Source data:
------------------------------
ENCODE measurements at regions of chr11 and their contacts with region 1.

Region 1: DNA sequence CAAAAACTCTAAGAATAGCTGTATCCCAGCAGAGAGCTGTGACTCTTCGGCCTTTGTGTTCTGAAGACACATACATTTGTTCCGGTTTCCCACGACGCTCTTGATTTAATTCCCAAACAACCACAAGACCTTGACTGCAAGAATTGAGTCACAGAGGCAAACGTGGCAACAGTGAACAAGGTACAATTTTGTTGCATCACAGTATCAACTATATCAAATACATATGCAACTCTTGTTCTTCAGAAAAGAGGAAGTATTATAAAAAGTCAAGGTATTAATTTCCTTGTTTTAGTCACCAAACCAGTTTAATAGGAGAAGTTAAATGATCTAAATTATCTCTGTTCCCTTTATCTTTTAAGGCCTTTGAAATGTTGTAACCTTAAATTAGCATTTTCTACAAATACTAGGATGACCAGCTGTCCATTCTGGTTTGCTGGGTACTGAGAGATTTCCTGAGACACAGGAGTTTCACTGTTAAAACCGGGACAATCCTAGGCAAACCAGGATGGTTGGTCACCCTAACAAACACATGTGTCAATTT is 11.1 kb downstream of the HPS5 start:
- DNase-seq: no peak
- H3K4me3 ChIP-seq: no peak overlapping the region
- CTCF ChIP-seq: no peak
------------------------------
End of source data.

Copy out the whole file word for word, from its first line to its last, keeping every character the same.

ENCODE measurements at regions of chr11 and their contacts with region 1.

Region 1: DNA sequence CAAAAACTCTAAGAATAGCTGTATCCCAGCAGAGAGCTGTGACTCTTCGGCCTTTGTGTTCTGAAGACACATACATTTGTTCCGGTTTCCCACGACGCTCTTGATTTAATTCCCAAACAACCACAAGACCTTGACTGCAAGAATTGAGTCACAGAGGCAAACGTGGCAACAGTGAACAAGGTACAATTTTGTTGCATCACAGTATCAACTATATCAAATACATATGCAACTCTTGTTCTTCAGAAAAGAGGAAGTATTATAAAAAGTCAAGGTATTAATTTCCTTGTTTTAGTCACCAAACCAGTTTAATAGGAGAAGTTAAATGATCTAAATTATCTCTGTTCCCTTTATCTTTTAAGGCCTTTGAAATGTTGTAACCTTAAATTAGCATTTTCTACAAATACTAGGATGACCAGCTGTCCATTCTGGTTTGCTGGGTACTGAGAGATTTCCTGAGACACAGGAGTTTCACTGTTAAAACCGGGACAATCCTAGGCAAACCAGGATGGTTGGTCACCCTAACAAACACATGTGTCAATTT is 11.1 kb downstream of the HPS5 start:
- DNase-seq: no peak
- H3K4me3 ChIP-seq: no peak overlapping the region
- CTCF ChIP-seq: no peak